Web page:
Cornyn urges Senate border action

Cornyn urges Senate border action
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The No. 2 Republican in the Senate is putting pressure on Democrats to move on legislation to address the crisis on the border.

Sen. John CornynJohn CornynSenate confirms Trump’s pick to lead NASA DOJ denies reports judicial nominee once called illegal immigrants 'maggots' Overnight Energy: Trump NASA pick advances after drama | White House office to investigate Pruitt's soundproof booth | 170 lawmakers call for Pruitt to resign MORE (R-Texas) on Sunday called for Majority Leader Harry ReidHarry Mason ReidDems walk tightrope on Pompeo nomination The Memo: Teens rankle the right with gun activism Dems to party: Go on offense with Trump’s alleged affairs MORE (D-Nev.) to take the House’s lead and move on a bipartisan bill to speed up the process of sending unaccompanied minors back home.

“Sen. Reid has said he still opposes our proposed solution,” Cornyn said on ABC’s “This Week.”

“My view is a solution beats no solution any day,” he added. “Nobody has offered an alternative so I hope we will act.”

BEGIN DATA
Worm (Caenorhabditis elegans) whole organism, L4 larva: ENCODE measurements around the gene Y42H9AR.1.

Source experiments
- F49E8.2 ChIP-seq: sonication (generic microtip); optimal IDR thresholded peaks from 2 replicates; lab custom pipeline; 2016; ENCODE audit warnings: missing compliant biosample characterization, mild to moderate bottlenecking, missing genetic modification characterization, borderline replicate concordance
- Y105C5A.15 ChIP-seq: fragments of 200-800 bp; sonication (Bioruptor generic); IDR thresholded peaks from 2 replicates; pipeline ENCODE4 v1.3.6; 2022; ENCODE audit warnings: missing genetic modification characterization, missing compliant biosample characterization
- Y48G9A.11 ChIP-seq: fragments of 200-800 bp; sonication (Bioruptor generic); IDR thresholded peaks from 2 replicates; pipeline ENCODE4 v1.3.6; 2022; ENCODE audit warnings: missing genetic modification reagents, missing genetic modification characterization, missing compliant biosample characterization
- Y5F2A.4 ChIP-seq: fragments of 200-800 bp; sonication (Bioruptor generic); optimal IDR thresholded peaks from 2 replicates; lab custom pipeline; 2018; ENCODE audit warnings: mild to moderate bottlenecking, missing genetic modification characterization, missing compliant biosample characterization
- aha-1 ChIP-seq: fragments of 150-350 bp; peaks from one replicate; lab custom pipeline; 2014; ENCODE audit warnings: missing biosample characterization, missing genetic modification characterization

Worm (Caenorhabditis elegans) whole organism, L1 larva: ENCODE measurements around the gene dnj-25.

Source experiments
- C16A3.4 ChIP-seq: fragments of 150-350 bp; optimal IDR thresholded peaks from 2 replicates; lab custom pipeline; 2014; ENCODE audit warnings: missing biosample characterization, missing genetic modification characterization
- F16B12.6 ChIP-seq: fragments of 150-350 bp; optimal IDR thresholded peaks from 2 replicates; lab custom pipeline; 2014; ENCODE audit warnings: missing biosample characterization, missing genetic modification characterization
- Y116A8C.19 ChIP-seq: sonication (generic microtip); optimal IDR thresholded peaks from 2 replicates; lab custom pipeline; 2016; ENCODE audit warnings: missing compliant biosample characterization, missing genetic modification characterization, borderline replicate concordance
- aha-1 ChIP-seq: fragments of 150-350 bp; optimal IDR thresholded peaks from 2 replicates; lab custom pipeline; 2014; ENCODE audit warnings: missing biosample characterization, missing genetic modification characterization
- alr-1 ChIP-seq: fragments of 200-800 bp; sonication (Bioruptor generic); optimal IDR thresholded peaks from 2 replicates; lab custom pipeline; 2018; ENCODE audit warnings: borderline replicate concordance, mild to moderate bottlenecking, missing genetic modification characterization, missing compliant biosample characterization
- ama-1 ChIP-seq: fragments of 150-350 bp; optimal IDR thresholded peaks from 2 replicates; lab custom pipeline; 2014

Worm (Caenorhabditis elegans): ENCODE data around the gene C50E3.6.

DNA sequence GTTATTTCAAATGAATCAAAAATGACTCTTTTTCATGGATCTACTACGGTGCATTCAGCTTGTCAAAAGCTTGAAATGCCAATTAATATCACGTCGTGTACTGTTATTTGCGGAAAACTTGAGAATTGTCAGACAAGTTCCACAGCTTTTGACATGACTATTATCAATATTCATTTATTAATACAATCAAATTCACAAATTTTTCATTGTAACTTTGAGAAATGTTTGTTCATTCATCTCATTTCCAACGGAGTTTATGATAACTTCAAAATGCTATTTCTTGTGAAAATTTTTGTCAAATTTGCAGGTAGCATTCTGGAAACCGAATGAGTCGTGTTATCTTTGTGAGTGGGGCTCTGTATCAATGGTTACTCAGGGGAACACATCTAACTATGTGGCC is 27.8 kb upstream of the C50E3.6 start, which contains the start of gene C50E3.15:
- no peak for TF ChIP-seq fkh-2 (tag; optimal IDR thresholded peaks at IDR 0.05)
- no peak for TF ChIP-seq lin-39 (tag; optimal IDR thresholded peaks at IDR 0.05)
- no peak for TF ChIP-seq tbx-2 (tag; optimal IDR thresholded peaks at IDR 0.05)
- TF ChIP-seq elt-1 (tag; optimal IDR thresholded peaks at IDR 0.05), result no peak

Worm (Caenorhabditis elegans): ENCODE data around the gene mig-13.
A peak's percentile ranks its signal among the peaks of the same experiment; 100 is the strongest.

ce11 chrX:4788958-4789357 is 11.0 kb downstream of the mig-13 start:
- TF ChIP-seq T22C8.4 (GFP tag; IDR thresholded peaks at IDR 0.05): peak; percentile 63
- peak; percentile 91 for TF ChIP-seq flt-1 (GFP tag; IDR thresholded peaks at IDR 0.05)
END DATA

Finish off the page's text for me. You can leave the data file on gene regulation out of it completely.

This week, the House is expected to take up the bill that Cornyn crafted with Rep. Henry Cuellar (D-Texas) to amend a 2008 law that allows for longer screening times for immigrant children from countries other than Mexico or Canada, which has been at the center of the border crisis.

The bill would allow unaccompanied Central American children at the border to go quickly before a judge, who would then have 72 hours to decide whether they could stay in the country.

Reid has opposed the bill, which he has called “too broad” and says won’t solve the problem at the border.

Instead, he has supported President Obama’s request for $3.7 billion for border funding and said Obama has all the power he needs to deal with the crisis.

Cuellar on ABC disagreed, and said the country needed both a change in law and more money.

“We need the resources and we also need a policy change,” he said.

That could spell trouble for the bill. With just one week to go before Congress skips down for a month-long August recess, time is running out for Congress to act quickly.